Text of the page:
I can’t even believe I am sharing this recipe for free. I may pull it. It’s just too good. In fact, my son as decided he wants to start a food truck business to sell these and only these. Our truck shall be called The Cluck Truck. And we shall franchise. And it will be the start of my fried chicken empire. Oh my heavenly fried chicken! Who doesn’t love fried chicken? I probably make fried chicken fingers more often than I should admit, but it is THE most requested dinner in the Foodie*ish house. And to be honest, I was never really a fan of fried chicken in general until recently. I know, right? I was one of those people. But I realize it was because I had never had really, really, super-duper-awesome fried chicken before. And I am fairly humble when it comes to recipes that I create (I think… maybe… a little humble… usually…) but this I can safely say is THE BEST FRIED CHICKEN FINGER RECIPE YOU WILL EVER FIND (if you like your chicken extra crispy, which I do, so… Best. Ever).
But before we get to the recipe… let me take you on a tangential adventure.
Yesterday I decided to experiment a little with some fancy photo lighting. Well, it’s not really fancy. It’s actually a big plastic box wrapped in tin foil with a giant light bulb in the middle of it. See, I have been terribly frustrated by the fact that I can only photograph food during the day, and even then it’s a crap shoot (hahaha… see what I did there? Crap shoot… like photo shoot that’s crappy… never mind). And I make a lot of yummy dinners that I can’t share because indoor lighting isn’t exactly ideal for food photography. So, I schlepped the kids to Menards, and got some stuff to make a couple softbox lights. And ya know what? They work pretty alright! I’ll be posting a tutorial how to DIY your own softboxes for food or product photography, but for now I mention it because the photos in this post were taken in complete darkness except for my fancy new DIY softboxes! Not too shabby, eh oven-fried mac and cheese balls, but I think once I get the hang of using artificial light, I’ll be unstoppable.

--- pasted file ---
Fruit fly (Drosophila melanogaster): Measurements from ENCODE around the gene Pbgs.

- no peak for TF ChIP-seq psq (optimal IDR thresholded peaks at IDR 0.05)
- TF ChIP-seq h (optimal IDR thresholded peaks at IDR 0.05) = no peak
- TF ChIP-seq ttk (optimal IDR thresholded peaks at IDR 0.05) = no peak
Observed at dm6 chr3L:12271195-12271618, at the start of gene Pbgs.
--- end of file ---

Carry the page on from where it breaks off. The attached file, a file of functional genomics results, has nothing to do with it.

Did I mention my mac and cheese balls were plastered all over Foodgawker? Oh yeah, oh yeah! Happy dance!!
So back to the best part… the chicken fingers!!!
These are super crunchy, just how I like ’em. And they are actually deep-fried. It is one of the only things I ever actually deep-fry. But you can not mess with perfection, and let’s be honest, you can oven-fry some pretty yummy chicken (like my crispy oven-fried chicken fingers with homemade panko), but it doesn’t compete with actual crispity crunchity deep-fried chicken.
hese chicken fingers get their out-of-this-world crunch by a triple-dip process using a modified beer-batter and a flour dredge. I say modified, because I really don’t care for beer batter unless it is on cod. I’m particular about my battered deep-fried foods. Instead, this batter uses 7-up. It adds all the carbonation of a beer, but without the sometimes-overpowering malt flavor. Trust me… try it once and you’ll convert. So yum.
The flour dredge is seasoned with 10 herbs and spices. I have no idea if they are the same herbs and spices used in the famous fried chicken that hails from Kentucky, but I do know that my version does not contain MSG. So, there is that. And my spice blend has been tinkered with and tweaked over the course of many moons, and what we’ve got right here is damn delicious.